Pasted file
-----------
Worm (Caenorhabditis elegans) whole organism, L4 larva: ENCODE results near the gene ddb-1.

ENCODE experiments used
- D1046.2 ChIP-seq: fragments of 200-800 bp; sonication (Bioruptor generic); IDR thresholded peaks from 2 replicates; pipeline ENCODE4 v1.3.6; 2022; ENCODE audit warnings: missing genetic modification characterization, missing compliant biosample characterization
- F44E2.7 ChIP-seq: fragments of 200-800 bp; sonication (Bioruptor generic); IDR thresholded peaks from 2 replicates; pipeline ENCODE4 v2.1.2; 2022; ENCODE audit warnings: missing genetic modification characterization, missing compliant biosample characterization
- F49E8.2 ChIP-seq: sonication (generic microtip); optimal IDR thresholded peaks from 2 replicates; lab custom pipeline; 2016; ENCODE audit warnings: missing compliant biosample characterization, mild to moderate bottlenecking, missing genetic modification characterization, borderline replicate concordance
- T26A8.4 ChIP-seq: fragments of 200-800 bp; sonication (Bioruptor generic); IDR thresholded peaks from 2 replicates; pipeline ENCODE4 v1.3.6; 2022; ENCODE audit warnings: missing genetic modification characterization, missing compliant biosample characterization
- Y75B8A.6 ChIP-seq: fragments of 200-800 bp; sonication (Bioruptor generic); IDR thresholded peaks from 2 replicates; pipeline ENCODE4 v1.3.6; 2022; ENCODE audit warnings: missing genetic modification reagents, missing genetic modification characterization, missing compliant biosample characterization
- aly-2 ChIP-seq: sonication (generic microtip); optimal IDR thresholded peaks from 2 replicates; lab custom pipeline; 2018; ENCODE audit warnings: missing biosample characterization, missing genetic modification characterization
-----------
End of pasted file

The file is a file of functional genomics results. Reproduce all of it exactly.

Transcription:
Worm (Caenorhabditis elegans) whole organism, L4 larva: ENCODE results near the gene ddb-1.

ENCODE experiments used
- D1046.2 ChIP-seq: fragments of 200-800 bp; sonication (Bioruptor generic); IDR thresholded peaks from 2 replicates; pipeline ENCODE4 v1.3.6; 2022; ENCODE audit warnings: missing genetic modification characterization, missing compliant biosample characterization
- F44E2.7 ChIP-seq: fragments of 200-800 bp; sonication (Bioruptor generic); IDR thresholded peaks from 2 replicates; pipeline ENCODE4 v2.1.2; 2022; ENCODE audit warnings: missing genetic modification characterization, missing compliant biosample characterization
- F49E8.2 ChIP-seq: sonication (generic microtip); optimal IDR thresholded peaks from 2 replicates; lab custom pipeline; 2016; ENCODE audit warnings: missing compliant biosample characterization, mild to moderate bottlenecking, missing genetic modification characterization, borderline replicate concordance
- T26A8.4 ChIP-seq: fragments of 200-800 bp; sonication (Bioruptor generic); IDR thresholded peaks from 2 replicates; pipeline ENCODE4 v1.3.6; 2022; ENCODE audit warnings: missing genetic modification characterization, missing compliant biosample characterization
- Y75B8A.6 ChIP-seq: fragments of 200-800 bp; sonication (Bioruptor generic); IDR thresholded peaks from 2 replicates; pipeline ENCODE4 v1.3.6; 2022; ENCODE audit warnings: missing genetic modification reagents, missing genetic modification characterization, missing compliant biosample characterization
- aly-2 ChIP-seq: sonication (generic microtip); optimal IDR thresholded peaks from 2 replicates; lab custom pipeline; 2018; ENCODE audit warnings: missing biosample characterization, missing genetic modification characterization